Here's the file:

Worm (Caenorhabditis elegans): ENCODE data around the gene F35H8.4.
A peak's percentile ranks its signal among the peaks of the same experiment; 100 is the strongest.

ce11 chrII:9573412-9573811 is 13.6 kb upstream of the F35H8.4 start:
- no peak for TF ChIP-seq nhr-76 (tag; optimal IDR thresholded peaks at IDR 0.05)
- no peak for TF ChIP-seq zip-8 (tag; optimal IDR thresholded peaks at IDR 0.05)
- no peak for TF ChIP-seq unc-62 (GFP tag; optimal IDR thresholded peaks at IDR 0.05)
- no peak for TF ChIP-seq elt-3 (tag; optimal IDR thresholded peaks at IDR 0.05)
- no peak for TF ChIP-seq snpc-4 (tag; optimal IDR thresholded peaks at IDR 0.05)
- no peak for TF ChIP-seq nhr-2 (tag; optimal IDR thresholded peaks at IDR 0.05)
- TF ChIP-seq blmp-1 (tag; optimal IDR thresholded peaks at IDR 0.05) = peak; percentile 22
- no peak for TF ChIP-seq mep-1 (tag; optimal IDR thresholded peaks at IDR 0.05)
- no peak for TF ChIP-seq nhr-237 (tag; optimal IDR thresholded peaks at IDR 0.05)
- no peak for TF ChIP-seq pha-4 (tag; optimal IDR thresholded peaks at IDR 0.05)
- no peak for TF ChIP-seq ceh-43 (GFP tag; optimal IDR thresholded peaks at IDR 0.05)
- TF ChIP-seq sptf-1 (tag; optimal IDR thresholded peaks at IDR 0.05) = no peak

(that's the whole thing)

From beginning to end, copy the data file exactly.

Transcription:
Worm (Caenorhabditis elegans): ENCODE data around the gene F35H8.4.
A peak's percentile ranks its signal among the peaks of the same experiment; 100 is the strongest.

ce11 chrII:9573412-9573811 is 13.6 kb upstream of the F35H8.4 start:
- no peak for TF ChIP-seq nhr-76 (tag; optimal IDR thresholded peaks at IDR 0.05)
- no peak for TF ChIP-seq zip-8 (tag; optimal IDR thresholded peaks at IDR 0.05)
- no peak for TF ChIP-seq unc-62 (GFP tag; optimal IDR thresholded peaks at IDR 0.05)
- no peak for TF ChIP-seq elt-3 (tag; optimal IDR thresholded peaks at IDR 0.05)
- no peak for TF ChIP-seq snpc-4 (tag; optimal IDR thresholded peaks at IDR 0.05)
- no peak for TF ChIP-seq nhr-2 (tag; optimal IDR thresholded peaks at IDR 0.05)
- TF ChIP-seq blmp-1 (tag; optimal IDR thresholded peaks at IDR 0.05) = peak; percentile 22
- no peak for TF ChIP-seq mep-1 (tag; optimal IDR thresholded peaks at IDR 0.05)
- no peak for TF ChIP-seq nhr-237 (tag; optimal IDR thresholded peaks at IDR 0.05)
- no peak for TF ChIP-seq pha-4 (tag; optimal IDR thresholded peaks at IDR 0.05)
- no peak for TF ChIP-seq ceh-43 (GFP tag; optimal IDR thresholded peaks at IDR 0.05)
- TF ChIP-seq sptf-1 (tag; optimal IDR thresholded peaks at IDR 0.05) = no peak